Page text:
I also got started on my personal quilt book. I have a basic design concept in InDesign, and I started filling out basic info for quilts I’ve finished. I don’t want to go into too much detail on the labels I’m going to make for my quilts, so I’m using this book as a way to remember the how and why to quilts I make. Here is a sample of the pages. You can click on the image to view it larger (still going to tweak the design and info, but you get the idea).

Must Love Quilts Journal

I finally got the binding on this heart quilt this weekend as well, so I’ll be updating the photos with the quilted quilt once hand-bound. Once I have all the info filled out, with the dates I finished quilts I’m going to start numbering them. For now that part is blank.

My other project this week was ordering Quiltcon pins for the pin swap. Here are my designs:

Must Love Quilts Pins

I would probably be more prepared for Quiltcon if I didn’t live in Austin. Last time the convention was here I was a newbie quilter, so it should be a different experience this time around. I hadn’t really explored blogs or blogging yet last time, and I still didn’t have many quilty friends. I’m excited about volunteering and meeting all the impressive quilters who are coming. I am very lucky to have three quilts in the show, and on top of that my Mom is coming into town from Virginia for the show, so that makes it extra exciting.

Anyone else out there coming into town for Quiltcon? What are you most looking forward to?

Piece Out!

Corinne

Hand Piecing Madness

People who know me know I’m not afraid of a challenge when it comes to quilts, and I’m always looking to learn something new. Two years ago, when I was very new to quilting, I decided to start a needle-turn applique quilt. I made about 6 blocks and became distracted by all of the other projects swirling around in my mind that I’d be able to finish MUCH faster than any needle-turn applique project. I love hand-sewing, but I just haven’t made it a priority.

This past summer I visited my “aunt” in the Outer Banks of North Carolina. My aunt is not really my aunt. She is one of my mom’s good friends that we visited often throughout my childhood. After college I continued the visits and always have the best time because she is one of a kind in the best ways possible. She grew up in the hills of Kentucky and isn’t shy about letting you know her opinion. I absolutely love sitting and talking with her and miss those long weekends now that I live so far away in Texas. She was a quilter back in the 70’s and 80’s and used to do ALL HER WORK BY HAND. I’m talking piecing and quilting. I’m sure I saw her quilts at some point when I was younger, but it wasn’t until the trip this past summer that I was able to share my love of quilting with her. She doesn’t have the internet so I took my iPad with several photos of my quilts and made sure we took time to look at her quilts before I left. Sadly, she has terrible arthritis and can no longer quilt, but we had a lot of fun going through her quilt chests looking at her work.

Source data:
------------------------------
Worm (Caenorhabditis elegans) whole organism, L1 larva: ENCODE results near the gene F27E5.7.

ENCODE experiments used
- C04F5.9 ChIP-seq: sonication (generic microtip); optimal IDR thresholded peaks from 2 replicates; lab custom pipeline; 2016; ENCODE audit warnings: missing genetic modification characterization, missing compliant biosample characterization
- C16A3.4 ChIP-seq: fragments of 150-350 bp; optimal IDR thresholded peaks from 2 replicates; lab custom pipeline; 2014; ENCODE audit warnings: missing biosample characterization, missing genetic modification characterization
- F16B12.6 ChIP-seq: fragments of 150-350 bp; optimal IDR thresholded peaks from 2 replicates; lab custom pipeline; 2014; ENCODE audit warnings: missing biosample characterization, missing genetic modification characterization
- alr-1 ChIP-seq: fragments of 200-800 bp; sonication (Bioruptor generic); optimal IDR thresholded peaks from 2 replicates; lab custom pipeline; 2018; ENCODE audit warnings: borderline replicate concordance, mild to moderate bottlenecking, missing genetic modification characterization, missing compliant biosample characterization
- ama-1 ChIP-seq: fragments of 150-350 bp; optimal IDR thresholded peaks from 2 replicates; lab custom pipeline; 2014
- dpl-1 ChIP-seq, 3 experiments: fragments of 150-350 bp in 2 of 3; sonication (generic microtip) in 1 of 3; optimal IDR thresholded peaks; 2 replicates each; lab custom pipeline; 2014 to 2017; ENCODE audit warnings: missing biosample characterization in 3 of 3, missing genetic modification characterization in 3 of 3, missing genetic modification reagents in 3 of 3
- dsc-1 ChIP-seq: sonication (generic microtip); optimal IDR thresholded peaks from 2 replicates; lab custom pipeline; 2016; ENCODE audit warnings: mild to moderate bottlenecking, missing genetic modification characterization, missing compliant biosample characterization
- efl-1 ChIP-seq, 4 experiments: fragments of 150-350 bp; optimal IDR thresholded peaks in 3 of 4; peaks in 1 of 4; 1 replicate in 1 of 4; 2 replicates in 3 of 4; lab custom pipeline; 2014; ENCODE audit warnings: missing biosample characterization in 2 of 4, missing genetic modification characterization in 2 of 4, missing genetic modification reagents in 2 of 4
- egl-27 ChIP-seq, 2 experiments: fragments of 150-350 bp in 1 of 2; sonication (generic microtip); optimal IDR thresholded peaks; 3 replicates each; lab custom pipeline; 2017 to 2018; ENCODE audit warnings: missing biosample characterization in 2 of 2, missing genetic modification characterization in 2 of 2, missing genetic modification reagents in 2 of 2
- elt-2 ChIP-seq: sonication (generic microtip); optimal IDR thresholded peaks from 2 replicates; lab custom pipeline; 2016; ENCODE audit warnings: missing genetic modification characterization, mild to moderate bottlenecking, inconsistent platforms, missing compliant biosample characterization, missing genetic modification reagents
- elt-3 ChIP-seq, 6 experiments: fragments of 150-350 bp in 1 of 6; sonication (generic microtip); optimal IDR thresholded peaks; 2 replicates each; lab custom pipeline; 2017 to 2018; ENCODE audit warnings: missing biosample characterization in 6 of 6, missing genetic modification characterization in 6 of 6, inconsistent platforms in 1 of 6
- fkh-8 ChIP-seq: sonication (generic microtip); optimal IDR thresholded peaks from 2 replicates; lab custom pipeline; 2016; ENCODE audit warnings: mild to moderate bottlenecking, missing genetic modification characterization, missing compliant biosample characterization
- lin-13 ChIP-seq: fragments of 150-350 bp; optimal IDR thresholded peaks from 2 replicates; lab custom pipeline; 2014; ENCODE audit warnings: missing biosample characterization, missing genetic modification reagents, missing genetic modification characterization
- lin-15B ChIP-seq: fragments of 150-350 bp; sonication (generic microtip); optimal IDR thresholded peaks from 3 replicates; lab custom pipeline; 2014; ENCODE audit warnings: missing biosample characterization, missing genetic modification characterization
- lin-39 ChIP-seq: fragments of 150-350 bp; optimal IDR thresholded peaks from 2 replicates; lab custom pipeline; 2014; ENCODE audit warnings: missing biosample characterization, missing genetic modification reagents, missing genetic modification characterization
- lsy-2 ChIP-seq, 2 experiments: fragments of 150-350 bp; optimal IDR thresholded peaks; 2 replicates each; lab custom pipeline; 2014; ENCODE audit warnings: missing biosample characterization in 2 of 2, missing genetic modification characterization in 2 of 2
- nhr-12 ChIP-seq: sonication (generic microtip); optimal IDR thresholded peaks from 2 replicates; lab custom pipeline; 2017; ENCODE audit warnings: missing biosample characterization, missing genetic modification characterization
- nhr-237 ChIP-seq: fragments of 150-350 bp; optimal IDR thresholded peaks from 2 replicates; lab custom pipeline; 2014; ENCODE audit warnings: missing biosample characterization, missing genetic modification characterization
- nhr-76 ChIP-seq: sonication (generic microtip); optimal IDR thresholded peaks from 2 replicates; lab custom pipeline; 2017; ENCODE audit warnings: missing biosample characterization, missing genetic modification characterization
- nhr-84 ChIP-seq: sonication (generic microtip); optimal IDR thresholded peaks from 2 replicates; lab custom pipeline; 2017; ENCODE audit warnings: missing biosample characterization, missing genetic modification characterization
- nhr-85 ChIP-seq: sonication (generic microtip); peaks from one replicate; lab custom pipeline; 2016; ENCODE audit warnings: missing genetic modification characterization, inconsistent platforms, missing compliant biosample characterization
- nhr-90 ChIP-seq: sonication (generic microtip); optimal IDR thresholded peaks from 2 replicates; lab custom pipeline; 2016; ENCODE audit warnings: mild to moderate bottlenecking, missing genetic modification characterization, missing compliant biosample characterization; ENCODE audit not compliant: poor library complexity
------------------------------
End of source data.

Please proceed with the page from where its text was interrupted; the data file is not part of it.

I love the feel of a hand quilted quilt. After going through my aunt’s lovely hand-pieced and hand quilted quilts, I knew it was something I had to do at least once. Here are a few of my favorites from her collection (We went through more than a dozen queen sized quilts. She made 3 or 4 double wedding rings, several grandmother’s fans, among others):

Patriotic

Grandmother's Fan

Hand Pieced Double Wedding Ring

Lonestar

After much deliberation, I finally decided on a pattern over Christmas break that would be my first attempt at hand piecing. My goal is to piece 15 minutes a day, at least 5 days a week. I have absolutely no clue how much I can get done in that timeframe, so this project could indeed take 100 years. After I finish the queen size quilt my new goal will be to hand-quilt at least 15 minutes a day. The pattern I decided on is called a golden wedding ring. I had come across some vintage examples on Pinterest and  fell in love. I scoured Ebay and Etsy for the pattern and realized it was included in a set of Spinning Spools patterns my mom had given me a year earlier. It comes with templates and everything! I ordered my fabric, which came last week, and I’m in the process of pre-washing. My mom is visiting for Quiltcon, so I’m going to wait until she arrives to start the actual piecing. She knows how to hand-piece and I’d rather learn from her versus the internet. Okay, here is a quick mock-up of the quilt, in my colors, that I did in Illustrator over the holidays:

Golden Wedding Ring 2015 - Must Love Quilts

I hope to post my progress as I go along, and perhaps some tips and tutorials for what I learn about hand-piecing. When I first started quilting I had NO desire to hand-piece, but now I think it will be a fun way thing to learn. 15 minutes a day seems pretty doable. :)